I know educators mean well, but have
they really thought the issue out?
I recently ran
across an “adaptation” of The Wind in the
Willows that nearly made me throw up. Sentences were shortened and
converted to simpler grammatical forms; shorter words were substituted for
longer (and more poetic and more precise) words; and the text was rendered so
flat and lifeless that I don’t believe any self-respecting third-grader would WANT
to read it. The Wind in the Willows
is ALREADY a children’s book, and so what if the language is a bit challenging?
That didn’t stop the Harry Potter books from being devoured by millions of
researchers have found that reading
complex language such as Shakespeare’s causes the brain to become more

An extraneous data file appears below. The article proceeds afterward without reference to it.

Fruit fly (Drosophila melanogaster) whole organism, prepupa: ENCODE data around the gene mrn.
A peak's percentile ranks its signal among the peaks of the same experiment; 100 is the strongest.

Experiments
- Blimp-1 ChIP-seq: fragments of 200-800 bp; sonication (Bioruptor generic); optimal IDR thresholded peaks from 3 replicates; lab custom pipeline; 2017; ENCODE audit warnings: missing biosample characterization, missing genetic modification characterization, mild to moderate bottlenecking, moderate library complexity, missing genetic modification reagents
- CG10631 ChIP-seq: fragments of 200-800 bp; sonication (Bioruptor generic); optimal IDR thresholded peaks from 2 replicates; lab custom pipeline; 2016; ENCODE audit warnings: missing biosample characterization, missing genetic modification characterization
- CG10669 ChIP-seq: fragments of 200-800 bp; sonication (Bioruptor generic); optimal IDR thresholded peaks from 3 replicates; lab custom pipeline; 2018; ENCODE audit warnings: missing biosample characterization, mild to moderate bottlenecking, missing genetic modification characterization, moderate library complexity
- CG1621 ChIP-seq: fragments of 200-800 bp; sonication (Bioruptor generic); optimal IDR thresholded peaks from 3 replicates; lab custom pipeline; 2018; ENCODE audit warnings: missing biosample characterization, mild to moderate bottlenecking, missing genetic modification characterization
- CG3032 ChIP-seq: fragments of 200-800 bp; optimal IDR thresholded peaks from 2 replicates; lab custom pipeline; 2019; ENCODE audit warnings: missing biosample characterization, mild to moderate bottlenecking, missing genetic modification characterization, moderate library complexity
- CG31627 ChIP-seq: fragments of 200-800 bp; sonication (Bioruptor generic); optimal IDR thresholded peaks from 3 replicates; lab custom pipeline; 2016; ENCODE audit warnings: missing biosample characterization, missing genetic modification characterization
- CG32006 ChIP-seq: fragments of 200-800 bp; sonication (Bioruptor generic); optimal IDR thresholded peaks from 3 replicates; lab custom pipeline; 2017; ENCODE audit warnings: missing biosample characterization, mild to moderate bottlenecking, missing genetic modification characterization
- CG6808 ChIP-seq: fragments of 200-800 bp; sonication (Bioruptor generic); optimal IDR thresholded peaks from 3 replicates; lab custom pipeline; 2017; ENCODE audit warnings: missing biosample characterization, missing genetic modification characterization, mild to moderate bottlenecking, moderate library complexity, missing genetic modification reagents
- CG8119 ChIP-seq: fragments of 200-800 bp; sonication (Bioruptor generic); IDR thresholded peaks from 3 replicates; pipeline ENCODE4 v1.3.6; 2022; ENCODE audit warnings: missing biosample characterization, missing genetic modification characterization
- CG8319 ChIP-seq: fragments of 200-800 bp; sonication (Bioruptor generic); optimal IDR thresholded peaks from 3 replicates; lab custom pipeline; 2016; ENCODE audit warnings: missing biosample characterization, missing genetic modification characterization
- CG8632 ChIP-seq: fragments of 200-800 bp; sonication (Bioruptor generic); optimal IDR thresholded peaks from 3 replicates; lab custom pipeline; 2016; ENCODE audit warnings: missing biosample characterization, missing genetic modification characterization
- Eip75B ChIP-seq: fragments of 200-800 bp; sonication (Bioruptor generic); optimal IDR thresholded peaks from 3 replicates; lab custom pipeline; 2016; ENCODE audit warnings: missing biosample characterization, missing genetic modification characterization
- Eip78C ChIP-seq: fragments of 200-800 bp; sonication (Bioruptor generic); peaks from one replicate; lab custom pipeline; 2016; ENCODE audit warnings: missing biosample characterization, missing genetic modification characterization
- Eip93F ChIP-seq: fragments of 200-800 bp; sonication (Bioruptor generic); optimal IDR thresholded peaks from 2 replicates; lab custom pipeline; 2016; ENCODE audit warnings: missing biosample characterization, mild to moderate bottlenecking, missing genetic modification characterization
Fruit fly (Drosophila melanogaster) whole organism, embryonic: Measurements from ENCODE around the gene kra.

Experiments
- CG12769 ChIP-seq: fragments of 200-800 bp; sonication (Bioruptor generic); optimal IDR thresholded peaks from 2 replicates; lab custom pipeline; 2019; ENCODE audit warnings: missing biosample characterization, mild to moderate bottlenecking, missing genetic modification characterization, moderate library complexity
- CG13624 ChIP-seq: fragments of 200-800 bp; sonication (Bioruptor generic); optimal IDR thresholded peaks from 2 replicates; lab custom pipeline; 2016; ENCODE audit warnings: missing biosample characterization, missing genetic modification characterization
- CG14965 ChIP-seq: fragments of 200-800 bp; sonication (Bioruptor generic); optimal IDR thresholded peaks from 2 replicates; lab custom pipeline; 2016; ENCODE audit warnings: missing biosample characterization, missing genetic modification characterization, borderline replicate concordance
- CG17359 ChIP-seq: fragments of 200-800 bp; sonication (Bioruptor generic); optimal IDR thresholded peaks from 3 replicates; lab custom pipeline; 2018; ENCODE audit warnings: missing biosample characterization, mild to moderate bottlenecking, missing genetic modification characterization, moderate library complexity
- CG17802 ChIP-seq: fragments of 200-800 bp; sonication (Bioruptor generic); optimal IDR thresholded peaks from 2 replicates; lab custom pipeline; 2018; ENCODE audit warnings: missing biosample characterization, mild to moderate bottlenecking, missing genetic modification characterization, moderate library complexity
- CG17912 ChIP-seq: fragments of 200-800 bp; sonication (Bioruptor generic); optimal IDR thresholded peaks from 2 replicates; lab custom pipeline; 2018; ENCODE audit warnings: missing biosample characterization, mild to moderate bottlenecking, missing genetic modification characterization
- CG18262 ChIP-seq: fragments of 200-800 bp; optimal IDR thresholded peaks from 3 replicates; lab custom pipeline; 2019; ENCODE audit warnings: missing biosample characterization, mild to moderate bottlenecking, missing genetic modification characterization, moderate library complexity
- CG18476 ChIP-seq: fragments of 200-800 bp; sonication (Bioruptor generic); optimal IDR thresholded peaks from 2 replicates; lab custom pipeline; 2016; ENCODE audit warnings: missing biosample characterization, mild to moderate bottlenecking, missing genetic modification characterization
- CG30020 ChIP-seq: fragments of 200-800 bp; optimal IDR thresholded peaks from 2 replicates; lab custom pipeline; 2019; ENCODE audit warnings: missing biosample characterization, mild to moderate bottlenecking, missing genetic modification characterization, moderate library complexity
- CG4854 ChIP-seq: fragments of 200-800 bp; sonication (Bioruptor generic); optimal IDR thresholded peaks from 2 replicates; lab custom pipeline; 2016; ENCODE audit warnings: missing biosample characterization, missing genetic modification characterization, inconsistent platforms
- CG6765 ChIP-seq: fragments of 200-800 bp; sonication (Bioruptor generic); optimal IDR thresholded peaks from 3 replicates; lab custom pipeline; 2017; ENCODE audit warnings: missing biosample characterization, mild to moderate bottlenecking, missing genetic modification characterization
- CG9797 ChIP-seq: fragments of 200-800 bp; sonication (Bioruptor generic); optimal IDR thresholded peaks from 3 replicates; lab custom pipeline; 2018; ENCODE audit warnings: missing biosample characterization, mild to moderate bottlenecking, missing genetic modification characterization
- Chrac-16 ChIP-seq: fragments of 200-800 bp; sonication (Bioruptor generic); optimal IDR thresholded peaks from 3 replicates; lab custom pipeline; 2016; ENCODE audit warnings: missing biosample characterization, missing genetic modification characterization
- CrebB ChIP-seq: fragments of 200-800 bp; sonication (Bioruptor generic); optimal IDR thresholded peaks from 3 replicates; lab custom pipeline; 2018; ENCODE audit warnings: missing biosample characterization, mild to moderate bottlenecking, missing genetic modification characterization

active and engaged, while reading less complex language triggers much less
brain activity. I have found with my own students that when I give them
something complicated to read, they generally work harder and get more out of
Yes, there are
those who argue that giving students something difficult to read may frustrate
them and make them give up on the struggle, to the point, even, of hating
school and everything about it. Thus, books should be “dumbed down” to make
them more accessible.
I disagree. I
believe that giving students something challenging to read will give them a
greater feeling of accomplishment when they discover it isn’t really “too hard”
after all. And being bored with school work—rather than being frustrated with
it—is a major reason students disengage with education and drop out of school.
Take, for example,
this sentence from the original The Wind
in the Willows:
“Believe me, my young
friend, there is nothing—absolutely NOTHING—half so much worth doing as simply
messing about in boats.”
And this from the
“If you’re doing
it in a boat, it’s the best time ever!”
Which of these is
more likely to benefit a third-grader?
Labels: fiction, grammar, observations, rants, rhetoric, teaching, writing